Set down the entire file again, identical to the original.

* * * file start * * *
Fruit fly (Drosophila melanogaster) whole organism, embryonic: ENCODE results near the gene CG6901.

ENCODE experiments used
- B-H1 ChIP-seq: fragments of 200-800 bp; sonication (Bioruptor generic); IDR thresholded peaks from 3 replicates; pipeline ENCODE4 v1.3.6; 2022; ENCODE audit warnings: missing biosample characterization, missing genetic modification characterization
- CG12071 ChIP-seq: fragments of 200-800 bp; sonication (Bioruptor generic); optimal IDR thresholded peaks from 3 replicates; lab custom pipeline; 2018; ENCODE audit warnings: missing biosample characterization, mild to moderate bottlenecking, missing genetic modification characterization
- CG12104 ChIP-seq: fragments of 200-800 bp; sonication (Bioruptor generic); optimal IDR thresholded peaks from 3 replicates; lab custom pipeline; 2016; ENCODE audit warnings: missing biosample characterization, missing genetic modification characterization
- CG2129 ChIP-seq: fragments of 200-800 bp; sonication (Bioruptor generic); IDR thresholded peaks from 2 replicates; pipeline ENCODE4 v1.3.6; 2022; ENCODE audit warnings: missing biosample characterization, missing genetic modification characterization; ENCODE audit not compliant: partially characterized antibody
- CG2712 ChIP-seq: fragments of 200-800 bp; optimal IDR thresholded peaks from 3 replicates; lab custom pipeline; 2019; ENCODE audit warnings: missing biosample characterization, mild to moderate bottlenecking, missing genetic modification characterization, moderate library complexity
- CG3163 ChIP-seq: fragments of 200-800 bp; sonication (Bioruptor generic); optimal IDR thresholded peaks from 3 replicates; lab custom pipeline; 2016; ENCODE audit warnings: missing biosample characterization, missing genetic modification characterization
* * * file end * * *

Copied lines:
Fruit fly (Drosophila melanogaster) whole organism, embryonic: ENCODE results near the gene CG6901.

ENCODE experiments used
- B-H1 ChIP-seq: fragments of 200-800 bp; sonication (Bioruptor generic); IDR thresholded peaks from 3 replicates; pipeline ENCODE4 v1.3.6; 2022; ENCODE audit warnings: missing biosample characterization, missing genetic modification characterization
- CG12071 ChIP-seq: fragments of 200-800 bp; sonication (Bioruptor generic); optimal IDR thresholded peaks from 3 replicates; lab custom pipeline; 2018; ENCODE audit warnings: missing biosample characterization, mild to moderate bottlenecking, missing genetic modification characterization
- CG12104 ChIP-seq: fragments of 200-800 bp; sonication (Bioruptor generic); optimal IDR thresholded peaks from 3 replicates; lab custom pipeline; 2016; ENCODE audit warnings: missing biosample characterization, missing genetic modification characterization
- CG2129 ChIP-seq: fragments of 200-800 bp; sonication (Bioruptor generic); IDR thresholded peaks from 2 replicates; pipeline ENCODE4 v1.3.6; 2022; ENCODE audit warnings: missing biosample characterization, missing genetic modification characterization; ENCODE audit not compliant: partially characterized antibody
- CG2712 ChIP-seq: fragments of 200-800 bp; optimal IDR thresholded peaks from 3 replicates; lab custom pipeline; 2019; ENCODE audit warnings: missing biosample characterization, mild to moderate bottlenecking, missing genetic modification characterization, moderate library complexity
- CG3163 ChIP-seq: fragments of 200-800 bp; sonication (Bioruptor generic); optimal IDR thresholded peaks from 3 replicates; lab custom pipeline; 2016; ENCODE audit warnings: missing biosample characterization, missing genetic modification characterization